IT FIRST BECAME obvious, this feeling between Michael Vick and his new teammates, a couple of weeks ago in Atlanta. It was his homecoming game, as it were. It was where he scored his first touchdown for the Eagles and his teammates bounded off of the bench in celebration, where cornerback Sheldon Brown said that he and some of the players were telling each other before the game that they wanted to win it for Vick.
I mean, win one for Mike? Really? We all observe from a distance, and it was so hard to see or to understand. But it was real. There is no doubt that it was real, this bond between Vick and his new teammates.
And, now, this:
The Eagles' players have unanimously voted Vick as the team's recipient of the Ed Block Courage Award, given annually to the player on each NFL team who exemplifies "commitment to the principles of sportsmanship and courage."
Guilty of horrific crimes. Sentenced to a federal prison term. Forfeited millions and millions of dollars. Back in the league for only a few months, only through the good graces of NFL commissioner Roger Goodell and Eagles coach Andy Reid. Now, a convicted felon honored by his teammates for overcoming a terrible situation into which he had put himself.
"I'm not sure you can explain it unless you've gone through it here with him," Reid said yesterday. "Everybody is going to have their opinion on it, I'm sure. Until you've been with him for the hours that his teammates have been with him and seen him through all these different things that he's had to go through, that time-tested part of it, you can't appreciate it quite as much.
"I don't expect everybody to understand it, no, but I think it's a tribute when it's a slam dunk by his teammates voting him that. It was just a unanimous vote there."
That this is just a gut punch to the people who have opposed Vick's reinstatement goes without saying. For them, a PETA spokesman said:
"The Philadelphia Eagles fumbled when they gave Michael Vick the Ed Block Courage Award, which was named after a man who advocated in behalf of abused children. Michael Vick should not be the person anyone points to as a model of sportsmanship, even though he has now exchanged dogs for touchdowns after serving time for extreme cruelty to animals. We wish him well in educating others, but this is not appropriate and does not mark a joyous moment in NFL history."
It is hard to disagree with any of that. It does seem too soon to be celebrating Vick. It does not feel right - and this comes from somebody who thought Vick deserved a chance to play this year, somebody who was looking forward to seeing what he could do on the field.
But here is the thing: I did not get a vote and you did not get a vote. This is a players' award, voted upon by players. And whatever your personal feelings, it is impossible not to be fascinated by this team's embrace of Vick, right from the start.
"I never worried that guys wouldn't accept me," Vick said. "That probably was one of the last things on my mind. The most important thing was to get in here and get to know the guys and get acclimated in the city and playing football again. You just let things happen naturally. You just be yourself."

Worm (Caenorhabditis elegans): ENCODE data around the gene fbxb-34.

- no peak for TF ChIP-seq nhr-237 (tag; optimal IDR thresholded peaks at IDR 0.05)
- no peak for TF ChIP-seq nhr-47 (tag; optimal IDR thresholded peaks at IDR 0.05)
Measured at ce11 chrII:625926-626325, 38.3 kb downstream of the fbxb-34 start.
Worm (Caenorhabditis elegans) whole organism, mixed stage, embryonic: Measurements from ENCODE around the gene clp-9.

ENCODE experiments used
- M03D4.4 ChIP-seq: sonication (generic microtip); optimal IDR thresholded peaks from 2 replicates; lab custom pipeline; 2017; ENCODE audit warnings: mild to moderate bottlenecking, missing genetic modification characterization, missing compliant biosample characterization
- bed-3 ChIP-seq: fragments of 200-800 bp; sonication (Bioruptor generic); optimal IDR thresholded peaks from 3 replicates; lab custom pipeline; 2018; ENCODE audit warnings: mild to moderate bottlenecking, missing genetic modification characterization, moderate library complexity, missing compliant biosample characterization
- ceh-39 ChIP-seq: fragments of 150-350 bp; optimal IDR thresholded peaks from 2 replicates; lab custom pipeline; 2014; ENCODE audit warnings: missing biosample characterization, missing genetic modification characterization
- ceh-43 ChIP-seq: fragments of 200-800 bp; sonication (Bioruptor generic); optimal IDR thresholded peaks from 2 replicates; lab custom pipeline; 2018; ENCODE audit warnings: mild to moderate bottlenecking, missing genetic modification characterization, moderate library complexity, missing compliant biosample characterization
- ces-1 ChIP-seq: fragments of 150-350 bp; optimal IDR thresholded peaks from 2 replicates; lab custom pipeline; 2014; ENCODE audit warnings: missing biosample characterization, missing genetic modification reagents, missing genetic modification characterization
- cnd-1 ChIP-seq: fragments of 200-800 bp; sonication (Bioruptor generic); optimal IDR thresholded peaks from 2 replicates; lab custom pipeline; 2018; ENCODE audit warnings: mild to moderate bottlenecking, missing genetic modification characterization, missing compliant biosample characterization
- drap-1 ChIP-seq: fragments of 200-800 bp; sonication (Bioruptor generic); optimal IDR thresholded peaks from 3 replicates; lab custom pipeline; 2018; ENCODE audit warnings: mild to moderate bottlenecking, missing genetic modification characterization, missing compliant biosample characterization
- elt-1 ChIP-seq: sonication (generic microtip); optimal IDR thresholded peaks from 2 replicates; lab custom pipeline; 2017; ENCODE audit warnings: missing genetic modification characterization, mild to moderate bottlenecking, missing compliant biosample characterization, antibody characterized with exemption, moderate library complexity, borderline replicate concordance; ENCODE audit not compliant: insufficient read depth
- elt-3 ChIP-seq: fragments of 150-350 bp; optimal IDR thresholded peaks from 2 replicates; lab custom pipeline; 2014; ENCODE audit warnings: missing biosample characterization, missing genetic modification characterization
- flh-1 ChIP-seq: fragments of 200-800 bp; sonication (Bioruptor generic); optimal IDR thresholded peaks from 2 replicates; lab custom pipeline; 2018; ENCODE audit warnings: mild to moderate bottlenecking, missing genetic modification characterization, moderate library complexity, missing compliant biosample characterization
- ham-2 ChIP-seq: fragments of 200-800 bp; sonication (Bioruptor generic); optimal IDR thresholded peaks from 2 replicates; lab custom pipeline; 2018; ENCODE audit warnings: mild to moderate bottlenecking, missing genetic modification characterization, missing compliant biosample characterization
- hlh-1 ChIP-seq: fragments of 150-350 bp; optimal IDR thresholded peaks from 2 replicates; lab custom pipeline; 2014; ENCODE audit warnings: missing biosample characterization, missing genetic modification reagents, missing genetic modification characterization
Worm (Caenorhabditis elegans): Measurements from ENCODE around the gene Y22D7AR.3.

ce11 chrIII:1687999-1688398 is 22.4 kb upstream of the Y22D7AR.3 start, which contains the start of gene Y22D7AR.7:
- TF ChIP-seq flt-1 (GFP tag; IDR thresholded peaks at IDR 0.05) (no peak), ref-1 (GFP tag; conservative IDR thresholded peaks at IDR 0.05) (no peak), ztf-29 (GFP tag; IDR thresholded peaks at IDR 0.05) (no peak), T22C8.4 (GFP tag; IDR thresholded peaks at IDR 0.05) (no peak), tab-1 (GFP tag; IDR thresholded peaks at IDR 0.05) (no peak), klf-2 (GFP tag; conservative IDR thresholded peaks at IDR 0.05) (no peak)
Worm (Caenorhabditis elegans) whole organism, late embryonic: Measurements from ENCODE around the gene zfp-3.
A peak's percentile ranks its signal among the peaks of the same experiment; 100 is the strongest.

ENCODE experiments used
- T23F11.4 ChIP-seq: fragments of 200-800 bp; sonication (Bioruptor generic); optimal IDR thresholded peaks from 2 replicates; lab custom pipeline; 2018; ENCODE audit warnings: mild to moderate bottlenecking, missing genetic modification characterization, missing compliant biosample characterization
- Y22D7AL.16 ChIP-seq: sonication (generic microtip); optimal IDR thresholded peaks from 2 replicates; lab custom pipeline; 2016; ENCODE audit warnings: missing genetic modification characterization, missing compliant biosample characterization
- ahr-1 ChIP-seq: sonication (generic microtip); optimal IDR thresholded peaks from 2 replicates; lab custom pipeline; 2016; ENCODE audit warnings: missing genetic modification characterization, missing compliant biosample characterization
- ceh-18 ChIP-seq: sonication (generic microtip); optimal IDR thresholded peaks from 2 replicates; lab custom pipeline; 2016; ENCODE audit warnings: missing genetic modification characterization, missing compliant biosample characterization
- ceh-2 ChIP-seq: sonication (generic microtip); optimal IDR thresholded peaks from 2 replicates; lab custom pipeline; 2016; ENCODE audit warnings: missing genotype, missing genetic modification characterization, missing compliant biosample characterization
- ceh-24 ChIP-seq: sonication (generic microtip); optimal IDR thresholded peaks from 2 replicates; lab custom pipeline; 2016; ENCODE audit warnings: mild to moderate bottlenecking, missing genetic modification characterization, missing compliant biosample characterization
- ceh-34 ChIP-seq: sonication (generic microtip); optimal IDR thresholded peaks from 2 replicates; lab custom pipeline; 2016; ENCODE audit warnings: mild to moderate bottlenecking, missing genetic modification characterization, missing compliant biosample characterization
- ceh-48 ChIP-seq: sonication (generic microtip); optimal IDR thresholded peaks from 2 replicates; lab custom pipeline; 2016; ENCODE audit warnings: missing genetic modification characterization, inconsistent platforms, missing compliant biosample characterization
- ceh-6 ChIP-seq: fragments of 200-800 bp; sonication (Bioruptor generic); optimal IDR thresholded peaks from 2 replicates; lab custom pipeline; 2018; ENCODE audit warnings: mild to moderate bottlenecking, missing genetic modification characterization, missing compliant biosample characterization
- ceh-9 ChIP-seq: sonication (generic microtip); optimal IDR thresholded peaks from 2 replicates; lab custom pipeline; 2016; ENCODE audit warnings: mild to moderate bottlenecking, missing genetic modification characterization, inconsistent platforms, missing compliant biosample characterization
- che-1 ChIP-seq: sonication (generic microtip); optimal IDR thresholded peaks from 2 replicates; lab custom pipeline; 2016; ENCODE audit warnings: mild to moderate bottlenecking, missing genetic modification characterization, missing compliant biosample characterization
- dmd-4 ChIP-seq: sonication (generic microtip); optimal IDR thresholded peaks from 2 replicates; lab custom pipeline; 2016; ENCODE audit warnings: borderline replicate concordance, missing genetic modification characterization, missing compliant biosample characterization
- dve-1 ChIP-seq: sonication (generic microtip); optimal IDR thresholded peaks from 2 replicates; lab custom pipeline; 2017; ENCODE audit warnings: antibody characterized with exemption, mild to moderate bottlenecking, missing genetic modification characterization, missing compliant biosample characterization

This is more than just teammates supporting a teammate. It is clear that they like the guy. Talking to them through the season, it is clear that they thought the punishment for the crime was so severe, prison-wise and especially financially, only because Vick was a celebrity. Their inclination as fellow celebrities was to root for him, and as fellow teammates to root for his ability to help them on the field. But the feelings still ended up going deeper, and this award demonstrates it.
"It means a great deal," Vick said. "I've only been in this locker room for 3 1/2 months. For those guys to feel that way about me, it means a lot to me. The bond that I have with the players on this team and the way we've jelled has been outstanding."
Someone asked Vick what kind of courage he demonstrated, per the award.
"I've had to overcome a lot, more than probably one single individual can bear," he said. "Take a look at what I've been through. You ask certain people to walk in my shoes, they probably couldn't do it - probably 95 percent of the people in this world. Because nobody had to endure what I've been through, situations I've been put in, situations I've placed myself in, decisions that I've made, whether they were good or bad. There are always consequences behind certain things and there are repercussions behind them, too. Then you have to wake up every day and face the world, whether they perceive you in the right perspective or it's a totally different outlook on you.
"You just have to be strong and believe in yourself and be optimistic. That's what I've been able to do and that's what I display."
When you talk to Vick, it sometimes takes him a minute to get to the key point: situations I've placed myself in. That is what rankles for some, still, that minute it sometimes takes. But it is all part of a longer process.
Anyway, Vick said, "The thing I told Roger [Goodell] was that, 4 or 5 years from now, when I come to him, I'll be able to say everything I told you I was going to do, I'm still doing it. That's what I pride myself on. That's my focus and that's my goal."
That might have seemed a more appropriate time for an award such as this one, not now. Then again, this is all about a bond within a locker room, a place that none of us can hope to understand from the outside.
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